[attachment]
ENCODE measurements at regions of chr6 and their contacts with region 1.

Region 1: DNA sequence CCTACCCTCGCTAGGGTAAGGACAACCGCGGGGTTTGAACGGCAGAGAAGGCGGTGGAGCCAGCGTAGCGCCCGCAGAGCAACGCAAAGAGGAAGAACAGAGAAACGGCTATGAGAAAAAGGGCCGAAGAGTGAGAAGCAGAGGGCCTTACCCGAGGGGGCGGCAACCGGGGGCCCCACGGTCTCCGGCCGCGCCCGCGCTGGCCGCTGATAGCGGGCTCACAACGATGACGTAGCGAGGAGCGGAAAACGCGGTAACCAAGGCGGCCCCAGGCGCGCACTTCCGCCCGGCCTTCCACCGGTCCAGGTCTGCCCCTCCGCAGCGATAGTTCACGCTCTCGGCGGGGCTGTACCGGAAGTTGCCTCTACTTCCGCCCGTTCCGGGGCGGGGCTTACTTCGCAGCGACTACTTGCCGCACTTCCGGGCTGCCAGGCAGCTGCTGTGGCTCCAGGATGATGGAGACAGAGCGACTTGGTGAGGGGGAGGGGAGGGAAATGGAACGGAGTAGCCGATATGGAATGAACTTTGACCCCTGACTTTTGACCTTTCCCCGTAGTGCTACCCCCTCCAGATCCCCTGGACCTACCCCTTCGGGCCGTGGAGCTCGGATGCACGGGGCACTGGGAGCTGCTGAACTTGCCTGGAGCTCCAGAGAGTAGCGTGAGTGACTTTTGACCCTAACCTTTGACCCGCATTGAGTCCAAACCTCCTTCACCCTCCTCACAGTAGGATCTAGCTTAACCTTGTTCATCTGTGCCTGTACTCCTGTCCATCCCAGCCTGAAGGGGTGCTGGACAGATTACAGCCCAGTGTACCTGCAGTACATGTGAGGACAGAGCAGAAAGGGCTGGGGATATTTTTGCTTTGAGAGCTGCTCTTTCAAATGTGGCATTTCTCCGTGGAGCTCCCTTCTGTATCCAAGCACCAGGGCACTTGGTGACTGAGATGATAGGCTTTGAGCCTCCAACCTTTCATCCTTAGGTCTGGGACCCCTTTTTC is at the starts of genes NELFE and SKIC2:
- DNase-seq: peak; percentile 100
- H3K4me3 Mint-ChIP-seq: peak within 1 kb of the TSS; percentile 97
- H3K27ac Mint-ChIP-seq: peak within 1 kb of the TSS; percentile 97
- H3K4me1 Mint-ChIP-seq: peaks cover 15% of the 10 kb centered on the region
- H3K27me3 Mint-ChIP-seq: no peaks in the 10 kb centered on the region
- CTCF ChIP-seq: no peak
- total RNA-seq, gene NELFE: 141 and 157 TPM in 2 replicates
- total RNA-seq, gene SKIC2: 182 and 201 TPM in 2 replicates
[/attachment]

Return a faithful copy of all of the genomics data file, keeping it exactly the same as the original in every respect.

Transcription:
ENCODE measurements at regions of chr6 and their contacts with region 1.

Region 1: DNA sequence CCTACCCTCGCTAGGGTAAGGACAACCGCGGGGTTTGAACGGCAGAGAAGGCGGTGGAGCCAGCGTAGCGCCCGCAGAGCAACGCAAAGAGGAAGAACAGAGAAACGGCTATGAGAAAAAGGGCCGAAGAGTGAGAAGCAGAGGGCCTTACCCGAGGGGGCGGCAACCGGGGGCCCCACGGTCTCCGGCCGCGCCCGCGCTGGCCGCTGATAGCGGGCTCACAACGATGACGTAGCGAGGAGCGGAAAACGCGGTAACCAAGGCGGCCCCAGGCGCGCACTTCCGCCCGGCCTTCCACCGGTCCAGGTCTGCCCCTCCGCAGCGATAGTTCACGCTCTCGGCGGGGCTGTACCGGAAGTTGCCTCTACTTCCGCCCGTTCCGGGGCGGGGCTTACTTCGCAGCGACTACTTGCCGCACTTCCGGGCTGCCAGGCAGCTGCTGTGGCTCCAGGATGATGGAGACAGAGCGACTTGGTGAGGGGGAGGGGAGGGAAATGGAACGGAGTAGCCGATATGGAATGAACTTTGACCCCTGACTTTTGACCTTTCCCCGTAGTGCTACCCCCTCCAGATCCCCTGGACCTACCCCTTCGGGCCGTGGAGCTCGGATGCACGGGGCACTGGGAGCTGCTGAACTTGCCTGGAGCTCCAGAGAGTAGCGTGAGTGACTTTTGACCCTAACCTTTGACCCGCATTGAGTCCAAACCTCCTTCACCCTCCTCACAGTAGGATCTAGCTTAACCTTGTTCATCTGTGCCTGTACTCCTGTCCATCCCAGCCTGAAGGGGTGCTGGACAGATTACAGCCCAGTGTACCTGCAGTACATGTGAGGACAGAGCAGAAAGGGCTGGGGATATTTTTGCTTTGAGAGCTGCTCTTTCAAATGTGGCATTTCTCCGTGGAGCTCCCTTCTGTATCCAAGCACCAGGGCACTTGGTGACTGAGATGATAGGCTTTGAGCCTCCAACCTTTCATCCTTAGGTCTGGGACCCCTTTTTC is at the starts of genes NELFE and SKIC2:
- DNase-seq: peak; percentile 100
- H3K4me3 Mint-ChIP-seq: peak within 1 kb of the TSS; percentile 97
- H3K27ac Mint-ChIP-seq: peak within 1 kb of the TSS; percentile 97
- H3K4me1 Mint-ChIP-seq: peaks cover 15% of the 10 kb centered on the region
- H3K27me3 Mint-ChIP-seq: no peaks in the 10 kb centered on the region
- CTCF ChIP-seq: no peak
- total RNA-seq, gene NELFE: 141 and 157 TPM in 2 replicates
- total RNA-seq, gene SKIC2: 182 and 201 TPM in 2 replicates